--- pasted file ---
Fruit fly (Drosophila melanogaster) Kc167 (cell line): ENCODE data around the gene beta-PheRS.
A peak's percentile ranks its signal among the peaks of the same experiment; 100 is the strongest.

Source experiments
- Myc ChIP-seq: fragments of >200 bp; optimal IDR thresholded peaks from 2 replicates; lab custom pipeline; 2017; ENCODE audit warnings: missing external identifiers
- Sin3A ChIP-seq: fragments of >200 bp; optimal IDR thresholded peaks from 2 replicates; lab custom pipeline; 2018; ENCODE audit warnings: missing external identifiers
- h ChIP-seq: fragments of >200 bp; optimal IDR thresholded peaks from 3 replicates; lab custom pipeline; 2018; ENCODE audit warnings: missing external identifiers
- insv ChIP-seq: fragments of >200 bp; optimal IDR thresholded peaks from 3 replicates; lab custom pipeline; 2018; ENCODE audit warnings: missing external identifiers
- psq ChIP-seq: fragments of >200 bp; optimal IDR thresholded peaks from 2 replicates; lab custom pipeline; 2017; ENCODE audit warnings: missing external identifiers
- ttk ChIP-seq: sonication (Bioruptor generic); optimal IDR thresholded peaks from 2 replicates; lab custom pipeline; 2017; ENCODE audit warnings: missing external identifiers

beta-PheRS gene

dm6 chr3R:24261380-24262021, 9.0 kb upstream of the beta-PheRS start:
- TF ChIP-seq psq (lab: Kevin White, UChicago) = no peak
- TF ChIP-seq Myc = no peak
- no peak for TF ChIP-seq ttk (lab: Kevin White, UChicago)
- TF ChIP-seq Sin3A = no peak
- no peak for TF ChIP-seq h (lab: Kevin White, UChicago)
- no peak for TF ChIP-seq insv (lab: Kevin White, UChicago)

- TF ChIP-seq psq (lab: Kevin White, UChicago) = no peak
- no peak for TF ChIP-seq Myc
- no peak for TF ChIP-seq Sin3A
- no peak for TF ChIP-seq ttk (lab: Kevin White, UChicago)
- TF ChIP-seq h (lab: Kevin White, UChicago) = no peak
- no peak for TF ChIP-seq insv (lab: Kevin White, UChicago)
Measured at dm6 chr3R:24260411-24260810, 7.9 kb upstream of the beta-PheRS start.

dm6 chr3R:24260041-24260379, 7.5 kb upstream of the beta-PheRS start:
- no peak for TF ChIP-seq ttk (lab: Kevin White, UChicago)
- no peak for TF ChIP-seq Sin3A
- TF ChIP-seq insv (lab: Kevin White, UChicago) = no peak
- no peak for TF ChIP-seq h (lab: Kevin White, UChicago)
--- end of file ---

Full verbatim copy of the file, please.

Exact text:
Fruit fly (Drosophila melanogaster) Kc167 (cell line): ENCODE data around the gene beta-PheRS.
A peak's percentile ranks its signal among the peaks of the same experiment; 100 is the strongest.

Source experiments
- Myc ChIP-seq: fragments of >200 bp; optimal IDR thresholded peaks from 2 replicates; lab custom pipeline; 2017; ENCODE audit warnings: missing external identifiers
- Sin3A ChIP-seq: fragments of >200 bp; optimal IDR thresholded peaks from 2 replicates; lab custom pipeline; 2018; ENCODE audit warnings: missing external identifiers
- h ChIP-seq: fragments of >200 bp; optimal IDR thresholded peaks from 3 replicates; lab custom pipeline; 2018; ENCODE audit warnings: missing external identifiers
- insv ChIP-seq: fragments of >200 bp; optimal IDR thresholded peaks from 3 replicates; lab custom pipeline; 2018; ENCODE audit warnings: missing external identifiers
- psq ChIP-seq: fragments of >200 bp; optimal IDR thresholded peaks from 2 replicates; lab custom pipeline; 2017; ENCODE audit warnings: missing external identifiers
- ttk ChIP-seq: sonication (Bioruptor generic); optimal IDR thresholded peaks from 2 replicates; lab custom pipeline; 2017; ENCODE audit warnings: missing external identifiers

beta-PheRS gene

dm6 chr3R:24261380-24262021, 9.0 kb upstream of the beta-PheRS start:
- TF ChIP-seq psq (lab: Kevin White, UChicago) = no peak
- TF ChIP-seq Myc = no peak
- no peak for TF ChIP-seq ttk (lab: Kevin White, UChicago)
- TF ChIP-seq Sin3A = no peak
- no peak for TF ChIP-seq h (lab: Kevin White, UChicago)
- no peak for TF ChIP-seq insv (lab: Kevin White, UChicago)

- TF ChIP-seq psq (lab: Kevin White, UChicago) = no peak
- no peak for TF ChIP-seq Myc
- no peak for TF ChIP-seq Sin3A
- no peak for TF ChIP-seq ttk (lab: Kevin White, UChicago)
- TF ChIP-seq h (lab: Kevin White, UChicago) = no peak
- no peak for TF ChIP-seq insv (lab: Kevin White, UChicago)
Measured at dm6 chr3R:24260411-24260810, 7.9 kb upstream of the beta-PheRS start.

dm6 chr3R:24260041-24260379, 7.5 kb upstream of the beta-PheRS start:
- no peak for TF ChIP-seq ttk (lab: Kevin White, UChicago)
- no peak for TF ChIP-seq Sin3A
- TF ChIP-seq insv (lab: Kevin White, UChicago) = no peak
- no peak for TF ChIP-seq h (lab: Kevin White, UChicago)